Primitive Queue<any T> considerations

Brian Goetz brian.goetz at oracle.com
Wed Nov 18 20:36:50 UTC 2015


In this respect, large values offer nothing new over longs and doubles.  
In the presence of a data race, tearing and reordering is possible.  
Reads and writes of values have the same JMM characteristics as any 
other read or write.

Note that while values are in part about getting flatter data layouts, 
we do not plan to offer anything in the way of fine-grained layout 
control, such as allowing for explicit alignment requirements.  (Though 
other efforts, such as Project Panama, may have something to offer here).

On 11/18/2015 3:25 PM, Dávid Karnok wrote:
> In my queue case, I'm not worried about payload tearing but rather memory
> reordering around the mark field. The analogy is the classical concurrency
> quiz question:
>
> Thread A:
>
> a = 42;
> b = 1;
>
> Thread B:
>
> if (b == 1)
>     println(a);
>
>
> If b is volatile or is accessed with Unsafe.getVolatile and putOrdered then
> it doesn't matter how large a is or in what order a's structure is updated
> as long as it stops and flushes when b is set to 1.
>
> If the valuetype is immutable and assignment is memcopy then b can't be
> part of that structure and has to be a separate array of int at least (if
> no byte-atomics). The two arrays can now be anywhere in memory and if one
> wants to avoid false sharing, the memory usage increases as well. On a
> sidenote, without knowing the size of a, it's hard to pad the array to
> avoid false sharing between adjacent elements.
>
>
> 2015-11-18 20:57 GMT+01:00 Vitaly Davidovich <vitalyd at gmail.com>:
>
>> FWIW, CLR explicitly states that value type assignments larger than machine
>> word size are not atomic.  Or rather, it guarantees that any value type of
>> size <= machine word will be atomic (modulo someone playing around with
>> struct layout manually).  As far as I know, there's never been much fuss
>> about this stipulation.
>>
>> On Wed, Nov 18, 2015 at 2:15 PM, Timo Kinnunen <timo.kinnunen at gmail.com>
>> wrote:
>>
>>> Hi,
>>>
>>>
>>>
>>> That’s a good question. How would arbitrary-sized values be assigned into
>>> an array without any other thread observing the value halfway between two
>>> states with its invariants not holding?
>>>
>>>
>>>
>>> As is mentioned in the JLS in 17.6: “One consideration for
>> implementations
>>> of the Java Virtual Machine is that every field and array element is
>>> considered distinct; updates to one field or element must not interact
>> with
>>> reads or updates of any other field or element.” This probably has to be
>>> weakened in the same way as non-atomic reads/writes of long.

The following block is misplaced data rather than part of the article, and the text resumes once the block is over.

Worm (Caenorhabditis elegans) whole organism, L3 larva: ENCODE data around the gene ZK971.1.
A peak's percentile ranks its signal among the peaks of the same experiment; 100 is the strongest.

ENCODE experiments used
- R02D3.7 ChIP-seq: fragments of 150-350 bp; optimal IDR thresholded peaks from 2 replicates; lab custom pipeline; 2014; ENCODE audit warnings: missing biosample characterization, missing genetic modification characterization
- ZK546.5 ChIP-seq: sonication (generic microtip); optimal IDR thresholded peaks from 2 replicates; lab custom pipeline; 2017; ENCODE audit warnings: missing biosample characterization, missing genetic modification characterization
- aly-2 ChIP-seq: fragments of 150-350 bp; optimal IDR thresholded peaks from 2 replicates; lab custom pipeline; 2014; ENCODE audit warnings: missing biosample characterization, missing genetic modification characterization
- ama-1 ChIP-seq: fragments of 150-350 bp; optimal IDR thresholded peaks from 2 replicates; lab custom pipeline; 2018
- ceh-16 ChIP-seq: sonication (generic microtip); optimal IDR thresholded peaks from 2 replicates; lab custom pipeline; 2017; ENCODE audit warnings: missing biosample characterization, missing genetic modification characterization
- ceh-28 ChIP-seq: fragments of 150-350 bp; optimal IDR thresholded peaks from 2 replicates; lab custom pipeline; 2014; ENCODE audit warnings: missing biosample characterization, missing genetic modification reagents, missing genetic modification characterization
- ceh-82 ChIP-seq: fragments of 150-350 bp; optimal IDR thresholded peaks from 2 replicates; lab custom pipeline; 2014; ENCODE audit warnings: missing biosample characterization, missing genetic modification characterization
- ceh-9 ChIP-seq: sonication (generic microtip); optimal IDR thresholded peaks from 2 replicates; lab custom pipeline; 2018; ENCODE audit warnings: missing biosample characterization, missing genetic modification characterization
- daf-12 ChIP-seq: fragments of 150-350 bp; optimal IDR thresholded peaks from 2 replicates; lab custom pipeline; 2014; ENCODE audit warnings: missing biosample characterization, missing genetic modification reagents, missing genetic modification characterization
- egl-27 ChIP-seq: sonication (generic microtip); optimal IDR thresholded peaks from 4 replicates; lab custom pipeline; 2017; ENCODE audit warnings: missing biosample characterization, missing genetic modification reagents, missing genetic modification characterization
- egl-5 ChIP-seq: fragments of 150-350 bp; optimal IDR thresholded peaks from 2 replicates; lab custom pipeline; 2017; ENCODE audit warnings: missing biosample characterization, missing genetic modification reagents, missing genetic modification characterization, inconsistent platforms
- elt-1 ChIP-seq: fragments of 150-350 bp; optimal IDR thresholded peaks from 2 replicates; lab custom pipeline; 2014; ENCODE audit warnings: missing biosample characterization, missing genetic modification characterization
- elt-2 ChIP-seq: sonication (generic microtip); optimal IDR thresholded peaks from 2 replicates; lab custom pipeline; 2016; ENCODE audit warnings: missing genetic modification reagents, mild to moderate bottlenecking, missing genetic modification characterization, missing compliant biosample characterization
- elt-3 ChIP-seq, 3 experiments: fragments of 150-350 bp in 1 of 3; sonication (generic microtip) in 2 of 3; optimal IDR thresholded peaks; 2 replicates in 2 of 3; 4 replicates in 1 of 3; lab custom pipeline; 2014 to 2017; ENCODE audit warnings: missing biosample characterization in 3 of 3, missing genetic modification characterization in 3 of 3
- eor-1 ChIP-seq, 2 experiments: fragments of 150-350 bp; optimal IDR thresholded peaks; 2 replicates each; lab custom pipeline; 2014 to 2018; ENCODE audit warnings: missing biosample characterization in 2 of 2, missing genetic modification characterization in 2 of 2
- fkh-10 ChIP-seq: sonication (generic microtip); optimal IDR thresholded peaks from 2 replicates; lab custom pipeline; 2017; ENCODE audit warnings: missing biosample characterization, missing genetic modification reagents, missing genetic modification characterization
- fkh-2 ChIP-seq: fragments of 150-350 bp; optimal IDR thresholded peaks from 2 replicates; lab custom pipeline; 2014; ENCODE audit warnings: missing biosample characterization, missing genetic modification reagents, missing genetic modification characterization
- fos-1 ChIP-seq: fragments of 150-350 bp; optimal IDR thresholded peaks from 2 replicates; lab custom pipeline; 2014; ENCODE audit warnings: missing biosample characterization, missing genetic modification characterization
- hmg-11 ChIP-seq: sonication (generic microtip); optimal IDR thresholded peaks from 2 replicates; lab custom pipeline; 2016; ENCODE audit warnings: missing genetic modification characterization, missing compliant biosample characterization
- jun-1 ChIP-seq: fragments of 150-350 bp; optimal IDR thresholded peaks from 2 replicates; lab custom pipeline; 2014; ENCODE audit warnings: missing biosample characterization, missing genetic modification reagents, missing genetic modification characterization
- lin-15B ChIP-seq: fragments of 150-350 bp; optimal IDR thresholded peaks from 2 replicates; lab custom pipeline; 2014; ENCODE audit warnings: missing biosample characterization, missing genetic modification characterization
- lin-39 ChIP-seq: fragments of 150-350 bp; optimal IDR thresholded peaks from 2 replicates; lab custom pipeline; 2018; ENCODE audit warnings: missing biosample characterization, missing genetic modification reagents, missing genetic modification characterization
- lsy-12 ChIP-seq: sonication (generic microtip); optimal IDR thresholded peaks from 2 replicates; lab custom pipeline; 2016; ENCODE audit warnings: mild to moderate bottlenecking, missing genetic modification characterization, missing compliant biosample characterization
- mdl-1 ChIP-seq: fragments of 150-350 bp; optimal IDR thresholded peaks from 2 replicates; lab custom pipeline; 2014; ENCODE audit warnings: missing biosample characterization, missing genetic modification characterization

>>>
>>>
>>>
>>>
>>>
>>>
>>>
>>>
>>>
>>>
>>>
>>> Sent from Mail <http://go.microsoft.com/fwlink/?LinkId=550986> for
>>> Windows 10
>>>
>>>
>>>
>>>
>>>
>>>
>>> *From: *Vitaly Davidovich
>>> *Sent: *Wednesday, November 18, 2015 19:56
>>> *To: *MacGregor, Duncan (GE Energy Management)
>>> *Cc: *valhalla-dev at openjdk.java.net
>>> *Subject: *Re: Primitive Queue considerations
>>>
>>>
>>>
>>>
>>>
>>> As discussed upthread, how would that operation be atomic for arbitrarily
>>>
>>> sized value types?
>>>
>>>
>>>
>>> On Wed, Nov 18, 2015 at 1:53 PM, MacGregor, Duncan (GE Energy
>> Management) <
>>> duncan.macgregor at ge.com> wrote:
>>>
>>>
>>>
>>>> On 18/11/2015, 16:22, "valhalla-dev on behalf of Dávid Karnok"
>>>> <valhalla-dev-bounces at openjdk.java.net on behalf of akarnokd at gmail.com
>>>
>>>> wrote:
>>>>> Let's assume I have a value type named cell:
>>>>> valuetype Cell<any T> {
>>>>>    public T value;
>>>>>    public int mark;
>>>>> }
>>>>> and a power-of-2 array of cells:
>>>>> Cell<any T>[] array;
>>>>> having Cell with final fields is useless here because then I have a
>>>>> constant array and not a queue.
>>>> Maybe I¹m not following you here but the fact fields on a Cell are
>> final
>>>> does not stop you from replacing one Cell in array with a new Cell,
>> just
>>>> as you can replace individual ints in an array of ints.
>>>> So you offset method would be more like
>>>> offset = producerIndex & (array.length - 1)
>>>> if (array[offset].mark != 0) {
>>>>      return false;
>>>> }
>>>> array[offset] = Cell(value, 1);
>>>> producerIndex++;
>>>> return true;
>>>> And that operation on the array will be guaranteed to be atomic (though
>>>> probably needs a compare and swap in case another thread is trying to
>> do
>>>> the same thing).
>>>> Duncan.
>>>
>>>
>>>
>>>
>
>



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